Cooling Tower Remedial Action Criteria – Viable Legionella

Very High Risk Situation (levels >5,000 per ml)

  • significant potential for causing an outbreak of Legionnaires disease
  • immediate disinfection of the tower is indicated
  • post-treatment monitoring to determine effectiveness of the disinfection
  • alterations in the current biocide program

High Risk Situation (levels 1,000 – 5,000 per ml)

  • high level of health concern – Legionella at a level associated with outbreaks of Legionnaires disease
  • immediate disinfection of the tower is indicated
  • post-treatment monitoring to determine effectiveness of the disinfection
  • alterations in the current biocide treatment program
  • schedule regular monitoring for Legionella in the future

Moderate Risk Situation (100 – 999 per ml)

  • moderate level of health concern – Legionella approaching the level associated with outbreaks of Legionnaires disease
  • disinfection of the tower is usually indicated as a precaution against any future Legionella amplification
  • post-treatment monitoring to determine effectiveness of the disinfection
  • review current biocide treatment program
  • schedule regular monitoring for Legionella in the future

Low Risk Situation (10 – 99 per ml)

  • low level of health concern – Legionella well below the level associated with outbreaks of Legionnaires disease
  • disinfection of the tower is generally not recommended unless located near susceptible populations
  • review the current biocide treatment program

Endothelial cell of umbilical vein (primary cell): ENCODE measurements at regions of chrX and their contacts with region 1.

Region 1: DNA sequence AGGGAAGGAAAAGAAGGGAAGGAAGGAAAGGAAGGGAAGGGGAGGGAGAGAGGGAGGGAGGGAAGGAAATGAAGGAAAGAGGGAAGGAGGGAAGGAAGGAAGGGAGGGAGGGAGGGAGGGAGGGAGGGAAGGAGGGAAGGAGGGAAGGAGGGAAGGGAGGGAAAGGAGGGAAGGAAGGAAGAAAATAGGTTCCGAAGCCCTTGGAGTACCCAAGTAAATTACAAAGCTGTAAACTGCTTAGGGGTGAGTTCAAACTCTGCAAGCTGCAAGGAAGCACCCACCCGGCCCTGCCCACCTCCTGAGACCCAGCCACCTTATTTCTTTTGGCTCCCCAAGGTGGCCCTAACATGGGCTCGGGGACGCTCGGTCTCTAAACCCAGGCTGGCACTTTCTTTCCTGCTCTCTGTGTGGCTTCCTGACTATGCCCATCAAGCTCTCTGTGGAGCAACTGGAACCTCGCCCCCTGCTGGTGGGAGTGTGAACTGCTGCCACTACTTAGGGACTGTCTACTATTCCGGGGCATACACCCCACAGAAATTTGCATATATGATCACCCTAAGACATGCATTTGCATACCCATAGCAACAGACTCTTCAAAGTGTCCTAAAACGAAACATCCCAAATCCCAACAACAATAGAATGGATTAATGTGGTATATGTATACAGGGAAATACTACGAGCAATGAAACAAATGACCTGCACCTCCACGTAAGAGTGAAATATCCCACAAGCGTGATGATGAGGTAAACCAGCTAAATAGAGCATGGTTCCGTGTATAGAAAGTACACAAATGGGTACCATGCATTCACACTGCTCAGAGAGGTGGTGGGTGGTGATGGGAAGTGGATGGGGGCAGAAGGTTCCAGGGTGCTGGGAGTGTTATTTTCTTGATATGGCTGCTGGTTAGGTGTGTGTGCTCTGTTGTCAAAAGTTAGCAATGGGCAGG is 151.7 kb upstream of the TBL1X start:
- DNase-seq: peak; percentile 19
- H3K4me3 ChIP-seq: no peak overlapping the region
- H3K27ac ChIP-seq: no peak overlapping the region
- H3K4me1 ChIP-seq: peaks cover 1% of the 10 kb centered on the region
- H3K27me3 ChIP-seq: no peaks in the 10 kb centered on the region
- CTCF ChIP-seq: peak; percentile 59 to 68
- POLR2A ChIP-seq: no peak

• schedule regular monitoring for Legionella in the future

Very Low Risk Situation (<10 per ml)

  • very low level of health concern – background levels of Legionella
  • review location of cooling tower in relation to susceptible population
  • review the current biocide treatment program
  • schedule regular monitoring for Legionella in the future

Legionella – Total Bacteria Ratio

In nature, Legionella are ubiquitous, but constitute a very small percentage of the total bacterial population (i.e. < 1%).  Occasionally in cooling towers, the percentage of Legionella in the tower water increases dramatically, sometimes approaching 100%.  In many of these situations, the level of Legionella is also in the high range.  The tendency for Legionella percentages to increase above 1% would suggest that the Legionella have become more resistant to one or both of the current biocides, and that there is an increased risk of amplifying to higher numbers.  In these situation (regardless of the actual level of Legionella), an alteration to different biocides should be considered.  Recommendations to disinfect would be the same as above.

FA – Positive Bacteria

This number reflects both living and dead Legionella detected by immunofluorscence microscopy.  The test also frequently detects non-Legionella cross-reactive bacteria (i.e. false positive reaction).  Thus, an FA test should never by used as the sole basis of a risk assessment.  Rather, the results give some indication of the recent history of Legionella in a cooling tower. For example, a high level of FA – positive bacteria (in the absence of viable Legionella) suggests the accumulation of dead Legionella from prior colonization.  The Legionella may have been killed by chemical biocides, or other conditions in the tower.  Re-sampling of such a high FA tower in order to confirm the Legionella status would be recommended.

Legionella Risk Assessment

SKASOL performs Legionella Risk Assessments that include a review of your current Legionella control program including microbiocide dosages, overall biocide usage, frequency of addition, types of biocides used and recommendations on their effectiveness. In addition, we assess the design and location of the cooling system and identify potential exposure concerns. For more information, call (800) 839-1000. (M-F 8am – 5 pm PST) If you prefer, send us an e-mail at INFO@SKASOL.COM

Legionella Testing Services

SKASOL offers Legionella testing for our clients. For more information on monitoring your cooling towers for legionella and other bacteria, call (800) 839-1000. (M-F 8am – 5 pm PST) If you prefer, send us an e-mail at INFO@SKASOL.COM